Last Sunday night I quoted Dietrich Bonhoeffer at the opening of the service. A couple of weeks before we’d been thinking about what it means for us, as Christians, to be Living Between Two Worlds. We have begun to enjoy our inheritance through Jesus Christ, but we still live in this fallen world, confronted by and embroiled in all of its sin, pain, injustice and suffering.
We all come with different personal feelings to the Christmas festival. One comes with joy as he looks forward to this day of rejoicing, of friendships renewed, and of love. Others look for a moment of peace under the Christmas tree, peace from the pressures of daily work. Others again approach Christmas with great apprehension. It will be no festival of joy to them. Personal sorrow is painful especially on this day for those whose loneliness is deepened at Christmastime.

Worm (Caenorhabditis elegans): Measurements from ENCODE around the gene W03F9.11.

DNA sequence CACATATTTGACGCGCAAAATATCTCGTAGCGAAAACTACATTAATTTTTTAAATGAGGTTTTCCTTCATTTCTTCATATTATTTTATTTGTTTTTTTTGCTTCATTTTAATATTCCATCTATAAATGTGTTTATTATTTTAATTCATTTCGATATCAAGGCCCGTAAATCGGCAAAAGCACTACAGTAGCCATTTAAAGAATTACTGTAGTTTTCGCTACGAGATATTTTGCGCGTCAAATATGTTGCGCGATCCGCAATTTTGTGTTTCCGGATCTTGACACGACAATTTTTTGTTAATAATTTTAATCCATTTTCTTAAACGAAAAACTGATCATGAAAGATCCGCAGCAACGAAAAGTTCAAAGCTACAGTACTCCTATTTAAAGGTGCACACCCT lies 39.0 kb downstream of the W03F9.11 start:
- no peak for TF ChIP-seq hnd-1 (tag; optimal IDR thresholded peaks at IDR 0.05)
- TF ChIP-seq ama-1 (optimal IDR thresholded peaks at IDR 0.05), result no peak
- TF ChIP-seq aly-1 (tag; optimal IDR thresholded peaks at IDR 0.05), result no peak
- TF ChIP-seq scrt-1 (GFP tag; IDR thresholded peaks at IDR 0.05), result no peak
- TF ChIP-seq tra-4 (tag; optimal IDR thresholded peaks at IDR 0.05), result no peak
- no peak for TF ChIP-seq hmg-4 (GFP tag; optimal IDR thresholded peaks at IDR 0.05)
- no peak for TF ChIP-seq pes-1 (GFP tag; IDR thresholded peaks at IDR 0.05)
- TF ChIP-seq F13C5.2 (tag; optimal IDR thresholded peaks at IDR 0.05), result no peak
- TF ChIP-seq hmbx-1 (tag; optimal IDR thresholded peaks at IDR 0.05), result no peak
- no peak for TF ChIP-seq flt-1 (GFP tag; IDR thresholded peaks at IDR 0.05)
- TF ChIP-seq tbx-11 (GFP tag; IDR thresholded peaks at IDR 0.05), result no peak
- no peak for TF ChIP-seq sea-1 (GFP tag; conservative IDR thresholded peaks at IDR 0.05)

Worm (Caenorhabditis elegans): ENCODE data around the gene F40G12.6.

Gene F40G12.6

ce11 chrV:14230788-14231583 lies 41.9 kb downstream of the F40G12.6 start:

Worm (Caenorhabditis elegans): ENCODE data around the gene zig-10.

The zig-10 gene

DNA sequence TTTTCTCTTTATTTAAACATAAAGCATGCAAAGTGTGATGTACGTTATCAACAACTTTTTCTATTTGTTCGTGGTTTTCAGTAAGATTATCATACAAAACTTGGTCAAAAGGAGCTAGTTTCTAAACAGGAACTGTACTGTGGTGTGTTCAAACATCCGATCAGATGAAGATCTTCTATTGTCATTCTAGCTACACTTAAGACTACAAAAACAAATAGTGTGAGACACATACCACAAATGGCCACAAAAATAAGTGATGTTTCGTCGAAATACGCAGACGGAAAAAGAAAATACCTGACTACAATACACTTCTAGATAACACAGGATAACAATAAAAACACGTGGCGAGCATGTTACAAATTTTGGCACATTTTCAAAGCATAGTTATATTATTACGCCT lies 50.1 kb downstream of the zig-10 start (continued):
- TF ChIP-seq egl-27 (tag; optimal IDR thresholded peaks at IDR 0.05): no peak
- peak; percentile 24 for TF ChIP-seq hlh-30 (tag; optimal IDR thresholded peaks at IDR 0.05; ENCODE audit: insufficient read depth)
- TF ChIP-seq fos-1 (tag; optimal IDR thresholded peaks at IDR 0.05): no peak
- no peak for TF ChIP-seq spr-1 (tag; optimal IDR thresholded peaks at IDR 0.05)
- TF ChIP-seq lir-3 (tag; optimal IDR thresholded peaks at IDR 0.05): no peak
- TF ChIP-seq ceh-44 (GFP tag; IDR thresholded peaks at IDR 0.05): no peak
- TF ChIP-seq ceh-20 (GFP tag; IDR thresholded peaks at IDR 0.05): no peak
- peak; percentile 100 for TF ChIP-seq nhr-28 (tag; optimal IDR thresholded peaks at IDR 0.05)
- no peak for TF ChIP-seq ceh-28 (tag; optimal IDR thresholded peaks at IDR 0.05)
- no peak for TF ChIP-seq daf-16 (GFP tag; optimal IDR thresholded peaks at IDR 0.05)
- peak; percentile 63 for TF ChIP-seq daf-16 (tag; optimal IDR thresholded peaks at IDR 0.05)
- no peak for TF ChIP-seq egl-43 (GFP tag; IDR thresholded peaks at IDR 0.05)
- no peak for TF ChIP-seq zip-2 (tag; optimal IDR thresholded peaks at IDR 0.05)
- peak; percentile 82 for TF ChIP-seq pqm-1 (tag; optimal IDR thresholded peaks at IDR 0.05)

Despite it all, Christmas comes. Whether we wish it or not, whether we are sure or not, we must hear the words once again: Christ the Savior is here! The world that Christ comes to save is our fallen and lost world. None other.
Dietrich Bonhoeffer (1930), From God Is In the Manger (pp. 54-55)
These words were cast into stark relief by what happened in George Square on Monday. There are so many people who have received bad news in the last few days, for whom Christmas will be no festival of joy. It is important for us as Christians that we don’t bury our heads in the sand, even at times like Christmas. We worship amongst the ruins of this fading world, awaiting its renewal, rejoicing in God, giving thanks for Jesus, yet all the time opening ourselves as Jesus did to its need. Despite it all, Christmas comes. Despite it all, Jesus Christ has come. And so we rejoice, we await the coming new creation, and we enjoy the gifts of God. We embrace the tension of Living Between Two Worlds.